Starting your first ever-online business can be frustrating; with learning new terminologies, concepts, and other things that seem so complex. To be fully prepared for the first few months, it is advisable to plan ahead and figure out how everything works before jumping in. If it is your first time setting up an Etsy online shop or you aspire to have one someday, these steps will guide you. Gather all the major building blocks in advance.
This way, the shop opening process will be fast, easy and manageable. Prepare all-important things such as photos, your bank information, and item prices. Choosing a business name is not as easy as you might be misled to think. Sometimes you might come up with the perfect name for your business only to be told that it is not available when opening your shop. This can be disappointing but do not lose hope, go on and open your shop.
If you encounter this setback, add your initials, location, “boutique” or “shop” at the end of the name. Before you open your shop, you have the option of changing the name as many times as you want, until it feels right (go to Your Shop > Shop Name). However, after you have opened the shop, you are limited to changing the name just once.
It is normal to have big goals and dreams for your shop. Creating a task list and strategies based on one huge long-term goal can burn you out. Instead, set smaller milestones that will lead you to attain your ultimate goal. Achieving these smaller milestones will encourage and keep you going. Make sure the milestones are small and realistic.
When a buyer comes to shop at Etsy for a specific product, they will type certain phrases or words into the search bar. Put yourself in your customers’ shoes. Which words or phrases are they likely to type while searching for your products? Brainstorm and come up with as many words and phrases as possible.
After writing them all down, underline the strongest ones. Now go to the listings editor and incorporate those phrases and words into your item titles, product tags, and the beginning of your product descriptions. Each week check your stats to see which keywords are effective and remove those that are not.
Your photos should be simple, illustrative, and sharp. Consider studying a little photography to learn which camera, setting, and angle will work for you. In this case, a lot of practice is needed until you get it right; so do not give up.
You have definitely come across a shop that was so well designed and organized you felt like buying everything. Implement that into your Etsy shop. Encourage customers to buy multiple products and come back. Do not wait until everything is right—just start. Everyone has to start somewhere and grow from there, don’t hold back, just do it.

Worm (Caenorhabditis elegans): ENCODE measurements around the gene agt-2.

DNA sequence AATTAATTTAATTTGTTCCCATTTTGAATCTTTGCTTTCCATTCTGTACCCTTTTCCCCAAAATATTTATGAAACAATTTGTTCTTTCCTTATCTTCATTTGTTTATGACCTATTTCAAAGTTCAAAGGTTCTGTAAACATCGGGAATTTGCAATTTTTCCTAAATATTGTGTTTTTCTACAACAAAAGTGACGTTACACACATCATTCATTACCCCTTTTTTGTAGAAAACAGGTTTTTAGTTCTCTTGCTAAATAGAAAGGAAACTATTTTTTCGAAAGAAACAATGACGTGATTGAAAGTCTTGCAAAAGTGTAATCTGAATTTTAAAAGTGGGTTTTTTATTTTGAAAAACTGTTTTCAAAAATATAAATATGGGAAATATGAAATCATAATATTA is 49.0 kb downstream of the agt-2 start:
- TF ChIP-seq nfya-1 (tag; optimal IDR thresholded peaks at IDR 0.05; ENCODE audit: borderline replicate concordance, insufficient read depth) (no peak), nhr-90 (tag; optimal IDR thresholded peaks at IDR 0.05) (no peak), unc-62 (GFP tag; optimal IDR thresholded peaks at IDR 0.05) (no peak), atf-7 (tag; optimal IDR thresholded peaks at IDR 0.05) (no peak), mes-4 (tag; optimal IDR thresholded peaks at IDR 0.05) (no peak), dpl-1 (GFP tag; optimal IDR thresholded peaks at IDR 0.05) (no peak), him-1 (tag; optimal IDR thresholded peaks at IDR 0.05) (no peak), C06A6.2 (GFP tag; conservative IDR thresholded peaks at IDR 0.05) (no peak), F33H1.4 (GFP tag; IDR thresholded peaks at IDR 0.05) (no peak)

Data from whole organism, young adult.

Etsy is an online retail community just like eBay only that it focuses on vintage or handcrafted commodities. Most of the goods sold there are in the jewelry, arts, crafts, housewares, artisan candies, baked goods, or paper-goods categories. For an item to qualify as vintage it has to be at least 20 years old and can be anything from photos, costumes, housewares, jewelry, and clothing.
Etsy provides a great avenue for you to sell your homemade goods—but that’s not all. You can find a limitless number of items on Etsy that will help your home business. For instance, if you use The Happy Planner, Filofax, or Erin Condren to schedule and organize your life or business, there are downloadable stickers and inserts that you can buy and use in your planner.
If you need promotional items that have your logo on them; there are a good number of Etsy sellers that can make custom swag for you. They will not only make coffee cups and pens, but also cosmetics, jewelry, bookmarks, and pretty much everything with your logo and name on them.
For a very long time, a majority of artisans and craftsmen sold their commodities at open markets, fairs, and on consignment. Although the Internet widened their market, most craftsmen did not want to go through the trouble of creating their own ecommerce platform, website, or credit card processor just to sell goods online. Sure, eBay and maybe other e-commerce DIY sites might have helped with the situation but Etsy offered a platform designed specifically for craftsman.
Etsy makes it easy for each seller to create an online “shop” with total e-commerce capabilities with the easy-to-use setup wizard. It is a simple, affordable, fast, and convenient way of reaching customers. Creating an Etsy storefront will cost you $0.20 for every item listed. For instance, if you sell handmade baskets, and you list four of them (of the same kind), the cost will be 4 x $0.20 = $0.80. In addition, you will be charged a 3.5 % transaction fee. If you decide to use the “Direct Checkout” feature, you will be charged a 3% fee for each transaction.
If you compare the total cost of creating a website that has a shopping cart and acquiring a merchant account (which also involves processing fees), Etsy is way cheaper. Decide what item you want to sell. If you deal in crafts, you might already have an idea of what you want to sell. You can sell multiple products. However, it is advisable to start with one type as you learn. Set up an Etsy account.
The first step is coming up with a username. Make sure it represents your product and at the same time remains open in case you decide to expand your product line. Set up and stock your shop. When adding your products, remember that great photos and product descriptions are important. Price your items wisely too. Provide excellent customer service. You want the buyers to leave nice reviews. When a product is in demand, keep the supply steady to build a lucrative home-crafting business.